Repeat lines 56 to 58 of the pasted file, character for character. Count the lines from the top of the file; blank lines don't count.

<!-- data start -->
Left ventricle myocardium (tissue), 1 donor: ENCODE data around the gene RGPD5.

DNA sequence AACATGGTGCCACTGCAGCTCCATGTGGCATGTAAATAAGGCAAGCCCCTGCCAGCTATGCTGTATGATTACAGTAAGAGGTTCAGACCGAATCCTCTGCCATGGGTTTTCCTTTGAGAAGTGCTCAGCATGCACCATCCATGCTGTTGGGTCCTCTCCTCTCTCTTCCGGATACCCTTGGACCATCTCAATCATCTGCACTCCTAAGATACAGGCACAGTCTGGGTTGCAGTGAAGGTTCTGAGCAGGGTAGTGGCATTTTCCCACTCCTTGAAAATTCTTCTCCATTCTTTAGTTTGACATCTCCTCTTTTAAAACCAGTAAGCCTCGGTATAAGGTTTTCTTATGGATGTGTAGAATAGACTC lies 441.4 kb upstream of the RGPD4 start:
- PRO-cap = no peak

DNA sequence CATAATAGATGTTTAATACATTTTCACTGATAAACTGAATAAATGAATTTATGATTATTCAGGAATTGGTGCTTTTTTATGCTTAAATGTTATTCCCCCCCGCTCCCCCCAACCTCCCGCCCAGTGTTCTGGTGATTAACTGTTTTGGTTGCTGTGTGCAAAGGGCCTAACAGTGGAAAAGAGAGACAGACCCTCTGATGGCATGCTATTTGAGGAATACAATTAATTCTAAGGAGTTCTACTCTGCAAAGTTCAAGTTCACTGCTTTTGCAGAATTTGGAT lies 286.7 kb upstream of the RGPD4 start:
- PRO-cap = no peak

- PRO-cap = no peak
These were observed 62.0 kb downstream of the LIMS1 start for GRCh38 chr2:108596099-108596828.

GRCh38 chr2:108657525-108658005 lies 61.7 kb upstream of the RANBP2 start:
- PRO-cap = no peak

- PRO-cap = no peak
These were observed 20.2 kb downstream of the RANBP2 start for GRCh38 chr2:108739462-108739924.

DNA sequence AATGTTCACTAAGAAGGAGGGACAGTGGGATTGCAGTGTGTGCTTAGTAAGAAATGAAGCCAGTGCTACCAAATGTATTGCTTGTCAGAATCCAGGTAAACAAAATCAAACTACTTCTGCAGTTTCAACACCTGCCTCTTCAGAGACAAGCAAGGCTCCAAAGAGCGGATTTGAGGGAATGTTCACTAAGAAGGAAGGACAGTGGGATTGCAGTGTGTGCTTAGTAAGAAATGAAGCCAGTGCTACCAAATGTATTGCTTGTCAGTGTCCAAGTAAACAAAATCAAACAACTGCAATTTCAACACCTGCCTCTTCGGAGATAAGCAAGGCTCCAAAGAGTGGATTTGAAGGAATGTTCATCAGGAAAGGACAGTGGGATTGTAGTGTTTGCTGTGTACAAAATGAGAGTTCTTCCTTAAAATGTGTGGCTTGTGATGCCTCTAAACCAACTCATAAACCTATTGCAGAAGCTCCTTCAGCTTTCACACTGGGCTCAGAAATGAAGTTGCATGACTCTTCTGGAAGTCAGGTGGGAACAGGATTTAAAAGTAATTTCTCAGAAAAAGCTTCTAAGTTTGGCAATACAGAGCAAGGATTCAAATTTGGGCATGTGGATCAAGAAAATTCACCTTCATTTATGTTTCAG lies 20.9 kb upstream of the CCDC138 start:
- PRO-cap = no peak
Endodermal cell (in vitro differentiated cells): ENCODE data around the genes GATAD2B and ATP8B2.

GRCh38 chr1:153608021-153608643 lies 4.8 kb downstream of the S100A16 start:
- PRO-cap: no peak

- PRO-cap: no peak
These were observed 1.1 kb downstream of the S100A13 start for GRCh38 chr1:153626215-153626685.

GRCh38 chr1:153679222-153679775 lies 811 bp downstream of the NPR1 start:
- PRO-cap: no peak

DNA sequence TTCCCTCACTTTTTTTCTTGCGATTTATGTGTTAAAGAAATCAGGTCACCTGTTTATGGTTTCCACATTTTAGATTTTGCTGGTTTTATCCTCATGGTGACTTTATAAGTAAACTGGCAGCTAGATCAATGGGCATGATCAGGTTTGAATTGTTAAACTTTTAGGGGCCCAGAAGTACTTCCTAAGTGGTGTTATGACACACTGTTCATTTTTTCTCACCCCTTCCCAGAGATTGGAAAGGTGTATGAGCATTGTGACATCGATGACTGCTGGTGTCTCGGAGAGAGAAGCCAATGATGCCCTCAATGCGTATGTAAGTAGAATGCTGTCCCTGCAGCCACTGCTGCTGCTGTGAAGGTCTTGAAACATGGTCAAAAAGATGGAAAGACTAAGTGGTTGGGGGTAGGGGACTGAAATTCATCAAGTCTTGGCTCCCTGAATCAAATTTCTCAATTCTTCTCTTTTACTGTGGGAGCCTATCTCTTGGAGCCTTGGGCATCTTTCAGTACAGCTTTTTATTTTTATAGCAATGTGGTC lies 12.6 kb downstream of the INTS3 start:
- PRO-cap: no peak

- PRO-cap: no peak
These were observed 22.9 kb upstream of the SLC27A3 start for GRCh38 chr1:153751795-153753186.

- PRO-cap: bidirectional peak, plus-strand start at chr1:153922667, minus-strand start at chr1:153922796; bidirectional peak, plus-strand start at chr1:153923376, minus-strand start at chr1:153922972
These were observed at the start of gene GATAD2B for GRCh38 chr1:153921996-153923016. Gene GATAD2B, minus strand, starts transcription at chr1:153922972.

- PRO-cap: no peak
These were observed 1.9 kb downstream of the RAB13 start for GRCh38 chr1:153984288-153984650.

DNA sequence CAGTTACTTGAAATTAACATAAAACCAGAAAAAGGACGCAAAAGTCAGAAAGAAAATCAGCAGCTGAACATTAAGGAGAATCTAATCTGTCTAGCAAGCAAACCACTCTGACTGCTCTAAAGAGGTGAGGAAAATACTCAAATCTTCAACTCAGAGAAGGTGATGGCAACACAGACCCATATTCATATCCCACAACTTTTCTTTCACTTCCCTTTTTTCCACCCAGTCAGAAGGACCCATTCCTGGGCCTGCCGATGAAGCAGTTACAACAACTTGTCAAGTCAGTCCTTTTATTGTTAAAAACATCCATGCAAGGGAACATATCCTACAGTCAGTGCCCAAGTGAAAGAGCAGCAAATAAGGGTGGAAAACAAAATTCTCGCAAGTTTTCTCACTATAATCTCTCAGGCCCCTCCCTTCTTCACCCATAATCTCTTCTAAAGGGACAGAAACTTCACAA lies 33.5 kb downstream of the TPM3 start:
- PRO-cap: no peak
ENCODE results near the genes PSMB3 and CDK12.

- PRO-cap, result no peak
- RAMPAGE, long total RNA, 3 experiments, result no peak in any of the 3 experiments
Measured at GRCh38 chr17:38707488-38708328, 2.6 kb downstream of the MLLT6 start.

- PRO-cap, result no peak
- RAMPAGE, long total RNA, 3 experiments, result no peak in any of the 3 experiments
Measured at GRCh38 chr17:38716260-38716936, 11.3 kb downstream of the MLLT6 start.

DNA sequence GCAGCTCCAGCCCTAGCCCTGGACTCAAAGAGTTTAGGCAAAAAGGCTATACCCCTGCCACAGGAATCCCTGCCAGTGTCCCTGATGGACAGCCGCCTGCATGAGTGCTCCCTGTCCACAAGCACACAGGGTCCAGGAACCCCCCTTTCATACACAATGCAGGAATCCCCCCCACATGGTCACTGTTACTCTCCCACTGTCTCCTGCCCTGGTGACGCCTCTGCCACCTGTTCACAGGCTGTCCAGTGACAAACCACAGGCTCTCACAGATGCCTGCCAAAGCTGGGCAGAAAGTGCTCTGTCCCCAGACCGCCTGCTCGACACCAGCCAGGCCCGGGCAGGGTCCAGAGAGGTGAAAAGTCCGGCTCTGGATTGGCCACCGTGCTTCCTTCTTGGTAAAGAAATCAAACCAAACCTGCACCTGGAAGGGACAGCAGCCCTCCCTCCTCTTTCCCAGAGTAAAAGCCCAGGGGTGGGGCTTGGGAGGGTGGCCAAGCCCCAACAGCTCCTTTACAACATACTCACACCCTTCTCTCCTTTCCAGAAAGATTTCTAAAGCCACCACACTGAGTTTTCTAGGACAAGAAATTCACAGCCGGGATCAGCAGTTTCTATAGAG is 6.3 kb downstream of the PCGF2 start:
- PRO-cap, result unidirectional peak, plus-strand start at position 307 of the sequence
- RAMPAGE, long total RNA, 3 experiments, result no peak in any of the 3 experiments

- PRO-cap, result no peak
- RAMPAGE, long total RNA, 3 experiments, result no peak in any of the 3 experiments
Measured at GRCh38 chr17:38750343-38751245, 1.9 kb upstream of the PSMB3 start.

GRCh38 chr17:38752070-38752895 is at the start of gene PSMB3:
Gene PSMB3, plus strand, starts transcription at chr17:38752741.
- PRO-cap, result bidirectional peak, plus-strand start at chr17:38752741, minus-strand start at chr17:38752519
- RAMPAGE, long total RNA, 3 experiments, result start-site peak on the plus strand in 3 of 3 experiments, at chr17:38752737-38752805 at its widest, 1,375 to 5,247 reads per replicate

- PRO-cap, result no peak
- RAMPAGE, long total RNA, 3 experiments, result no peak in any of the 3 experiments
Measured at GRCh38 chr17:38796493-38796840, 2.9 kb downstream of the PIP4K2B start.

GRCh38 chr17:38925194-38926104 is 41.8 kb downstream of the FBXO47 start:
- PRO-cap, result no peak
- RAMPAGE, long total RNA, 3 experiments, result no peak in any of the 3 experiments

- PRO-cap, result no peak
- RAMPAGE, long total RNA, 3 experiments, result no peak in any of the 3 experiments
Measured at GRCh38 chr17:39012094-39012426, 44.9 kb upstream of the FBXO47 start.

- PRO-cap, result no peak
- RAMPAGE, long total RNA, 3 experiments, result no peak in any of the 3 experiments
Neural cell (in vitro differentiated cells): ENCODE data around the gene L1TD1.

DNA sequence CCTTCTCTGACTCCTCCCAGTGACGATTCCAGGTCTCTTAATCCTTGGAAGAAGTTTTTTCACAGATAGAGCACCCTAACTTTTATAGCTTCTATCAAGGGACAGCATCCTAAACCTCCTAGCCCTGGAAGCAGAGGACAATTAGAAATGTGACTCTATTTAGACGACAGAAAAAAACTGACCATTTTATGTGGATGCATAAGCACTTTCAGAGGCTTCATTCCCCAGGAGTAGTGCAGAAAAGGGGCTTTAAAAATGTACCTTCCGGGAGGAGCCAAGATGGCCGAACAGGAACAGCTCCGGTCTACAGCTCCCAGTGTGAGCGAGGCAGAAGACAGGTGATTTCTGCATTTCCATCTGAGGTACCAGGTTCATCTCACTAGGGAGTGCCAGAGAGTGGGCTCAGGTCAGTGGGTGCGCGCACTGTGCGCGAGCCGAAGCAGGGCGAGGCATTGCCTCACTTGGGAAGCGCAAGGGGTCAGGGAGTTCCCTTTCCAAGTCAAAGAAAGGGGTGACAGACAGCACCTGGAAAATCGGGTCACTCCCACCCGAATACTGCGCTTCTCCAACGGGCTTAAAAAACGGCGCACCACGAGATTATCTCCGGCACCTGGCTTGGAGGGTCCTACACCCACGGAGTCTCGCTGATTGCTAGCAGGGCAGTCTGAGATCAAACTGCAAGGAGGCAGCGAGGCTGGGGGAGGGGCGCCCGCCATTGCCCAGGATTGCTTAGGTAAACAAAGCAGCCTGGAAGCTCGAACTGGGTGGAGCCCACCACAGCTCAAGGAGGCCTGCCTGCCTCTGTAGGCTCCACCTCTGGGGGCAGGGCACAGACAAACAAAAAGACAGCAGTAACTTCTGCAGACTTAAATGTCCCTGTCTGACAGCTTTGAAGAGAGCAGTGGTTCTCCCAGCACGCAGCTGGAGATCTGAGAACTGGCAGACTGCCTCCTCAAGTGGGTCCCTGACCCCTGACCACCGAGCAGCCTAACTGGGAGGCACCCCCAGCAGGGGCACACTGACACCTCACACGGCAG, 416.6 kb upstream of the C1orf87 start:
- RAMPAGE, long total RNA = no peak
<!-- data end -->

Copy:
Measured at GRCh38 chr17:39012094-39012426, 44.9 kb upstream of the FBXO47 start.

- PRO-cap, result no peak
- RAMPAGE, long total RNA, 3 experiments, result no peak in any of the 3 experiments